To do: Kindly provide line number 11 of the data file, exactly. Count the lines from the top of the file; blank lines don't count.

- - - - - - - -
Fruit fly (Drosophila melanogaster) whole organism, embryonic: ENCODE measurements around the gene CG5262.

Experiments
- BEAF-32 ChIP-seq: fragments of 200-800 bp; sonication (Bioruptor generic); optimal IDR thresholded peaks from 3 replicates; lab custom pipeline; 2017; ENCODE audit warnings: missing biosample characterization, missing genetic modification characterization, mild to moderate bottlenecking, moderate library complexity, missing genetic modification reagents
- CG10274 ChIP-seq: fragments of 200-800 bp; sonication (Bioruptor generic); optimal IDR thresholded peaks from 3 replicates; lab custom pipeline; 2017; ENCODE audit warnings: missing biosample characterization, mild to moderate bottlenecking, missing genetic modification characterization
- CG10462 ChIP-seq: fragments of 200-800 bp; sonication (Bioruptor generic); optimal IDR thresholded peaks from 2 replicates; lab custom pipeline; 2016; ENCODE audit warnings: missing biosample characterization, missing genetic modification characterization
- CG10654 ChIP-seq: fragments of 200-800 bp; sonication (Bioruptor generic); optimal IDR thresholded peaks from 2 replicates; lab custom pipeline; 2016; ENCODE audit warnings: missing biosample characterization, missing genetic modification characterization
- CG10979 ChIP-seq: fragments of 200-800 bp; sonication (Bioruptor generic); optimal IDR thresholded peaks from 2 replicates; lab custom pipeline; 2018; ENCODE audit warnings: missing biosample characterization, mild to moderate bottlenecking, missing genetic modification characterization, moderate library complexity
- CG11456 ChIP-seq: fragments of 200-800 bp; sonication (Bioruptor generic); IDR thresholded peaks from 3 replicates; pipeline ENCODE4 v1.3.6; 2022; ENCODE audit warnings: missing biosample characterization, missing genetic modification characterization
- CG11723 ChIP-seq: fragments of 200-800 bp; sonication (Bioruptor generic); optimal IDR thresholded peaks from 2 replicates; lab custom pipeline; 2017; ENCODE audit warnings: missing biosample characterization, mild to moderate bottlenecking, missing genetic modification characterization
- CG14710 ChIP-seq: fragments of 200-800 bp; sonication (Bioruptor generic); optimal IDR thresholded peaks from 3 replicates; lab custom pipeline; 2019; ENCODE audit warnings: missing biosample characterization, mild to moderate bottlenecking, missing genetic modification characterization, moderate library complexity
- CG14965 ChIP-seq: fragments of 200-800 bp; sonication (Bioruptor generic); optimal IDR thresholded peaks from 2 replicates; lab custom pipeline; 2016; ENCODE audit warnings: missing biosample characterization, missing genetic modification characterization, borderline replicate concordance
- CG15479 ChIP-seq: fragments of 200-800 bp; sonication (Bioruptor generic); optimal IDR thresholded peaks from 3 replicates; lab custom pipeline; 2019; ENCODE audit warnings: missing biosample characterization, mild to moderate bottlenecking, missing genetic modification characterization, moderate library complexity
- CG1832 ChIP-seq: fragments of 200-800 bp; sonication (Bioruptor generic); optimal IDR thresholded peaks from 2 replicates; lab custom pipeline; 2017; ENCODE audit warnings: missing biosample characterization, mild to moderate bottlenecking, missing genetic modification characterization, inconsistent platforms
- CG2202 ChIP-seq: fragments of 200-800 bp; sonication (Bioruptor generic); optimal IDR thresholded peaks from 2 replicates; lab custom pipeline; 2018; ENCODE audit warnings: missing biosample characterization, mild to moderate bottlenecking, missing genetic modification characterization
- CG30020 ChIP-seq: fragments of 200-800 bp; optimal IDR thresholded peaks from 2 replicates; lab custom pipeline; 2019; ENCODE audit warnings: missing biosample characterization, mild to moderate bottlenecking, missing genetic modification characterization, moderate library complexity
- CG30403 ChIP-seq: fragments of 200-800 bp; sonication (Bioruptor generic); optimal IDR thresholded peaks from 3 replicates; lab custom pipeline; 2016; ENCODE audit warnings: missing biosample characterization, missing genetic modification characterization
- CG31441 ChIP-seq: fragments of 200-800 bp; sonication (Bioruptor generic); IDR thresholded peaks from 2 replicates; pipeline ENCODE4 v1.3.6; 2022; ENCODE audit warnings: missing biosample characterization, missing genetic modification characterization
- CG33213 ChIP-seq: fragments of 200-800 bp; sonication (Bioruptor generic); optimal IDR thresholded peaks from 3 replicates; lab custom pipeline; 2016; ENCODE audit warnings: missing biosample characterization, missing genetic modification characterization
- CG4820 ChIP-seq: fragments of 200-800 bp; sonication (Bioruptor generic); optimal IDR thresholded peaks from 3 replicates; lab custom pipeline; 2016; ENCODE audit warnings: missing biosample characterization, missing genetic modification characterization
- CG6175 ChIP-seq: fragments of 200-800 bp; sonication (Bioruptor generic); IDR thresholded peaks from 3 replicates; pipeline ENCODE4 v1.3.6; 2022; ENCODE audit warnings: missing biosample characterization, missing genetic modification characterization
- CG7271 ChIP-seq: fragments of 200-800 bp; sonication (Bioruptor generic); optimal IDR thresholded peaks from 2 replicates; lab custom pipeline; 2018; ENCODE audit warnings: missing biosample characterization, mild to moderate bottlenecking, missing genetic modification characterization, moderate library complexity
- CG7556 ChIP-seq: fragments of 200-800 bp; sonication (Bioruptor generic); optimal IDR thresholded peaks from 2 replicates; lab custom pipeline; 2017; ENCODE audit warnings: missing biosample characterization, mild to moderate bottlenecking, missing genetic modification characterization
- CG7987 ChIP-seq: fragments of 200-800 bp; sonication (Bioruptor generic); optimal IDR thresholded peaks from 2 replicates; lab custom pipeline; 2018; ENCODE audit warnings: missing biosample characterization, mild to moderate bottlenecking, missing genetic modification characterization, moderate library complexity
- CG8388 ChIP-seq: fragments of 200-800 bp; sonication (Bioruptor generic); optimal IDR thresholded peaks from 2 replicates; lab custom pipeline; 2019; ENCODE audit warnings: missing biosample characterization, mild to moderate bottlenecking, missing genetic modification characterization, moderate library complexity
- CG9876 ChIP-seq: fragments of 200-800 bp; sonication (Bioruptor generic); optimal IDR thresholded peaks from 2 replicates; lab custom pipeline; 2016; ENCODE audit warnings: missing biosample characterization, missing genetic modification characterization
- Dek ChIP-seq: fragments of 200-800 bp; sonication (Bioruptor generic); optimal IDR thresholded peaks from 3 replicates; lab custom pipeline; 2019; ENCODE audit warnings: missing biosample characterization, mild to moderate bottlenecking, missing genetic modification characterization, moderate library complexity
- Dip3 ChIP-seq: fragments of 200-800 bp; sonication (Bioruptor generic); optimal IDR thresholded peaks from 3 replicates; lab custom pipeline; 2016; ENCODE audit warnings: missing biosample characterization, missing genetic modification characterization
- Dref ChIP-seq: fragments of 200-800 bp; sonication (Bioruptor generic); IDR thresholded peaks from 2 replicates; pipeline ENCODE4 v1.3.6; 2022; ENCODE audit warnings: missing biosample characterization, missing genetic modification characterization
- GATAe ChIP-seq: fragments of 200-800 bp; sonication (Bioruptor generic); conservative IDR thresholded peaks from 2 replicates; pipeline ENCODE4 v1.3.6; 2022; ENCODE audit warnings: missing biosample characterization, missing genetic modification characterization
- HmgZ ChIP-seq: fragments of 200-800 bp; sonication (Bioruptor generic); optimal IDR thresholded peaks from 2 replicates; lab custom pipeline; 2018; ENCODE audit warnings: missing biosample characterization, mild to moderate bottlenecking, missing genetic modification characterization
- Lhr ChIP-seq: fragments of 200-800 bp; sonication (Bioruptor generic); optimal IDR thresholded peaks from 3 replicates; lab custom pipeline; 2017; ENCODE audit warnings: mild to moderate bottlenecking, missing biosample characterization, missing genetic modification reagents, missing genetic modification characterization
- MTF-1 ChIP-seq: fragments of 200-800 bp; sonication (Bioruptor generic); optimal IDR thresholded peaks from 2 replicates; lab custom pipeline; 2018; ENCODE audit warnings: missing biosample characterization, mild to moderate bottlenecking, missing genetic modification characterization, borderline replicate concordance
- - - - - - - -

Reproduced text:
- CG14965 ChIP-seq: fragments of 200-800 bp; sonication (Bioruptor generic); optimal IDR thresholded peaks from 2 replicates; lab custom pipeline; 2016; ENCODE audit warnings: missing biosample characterization, missing genetic modification characterization, borderline replicate concordance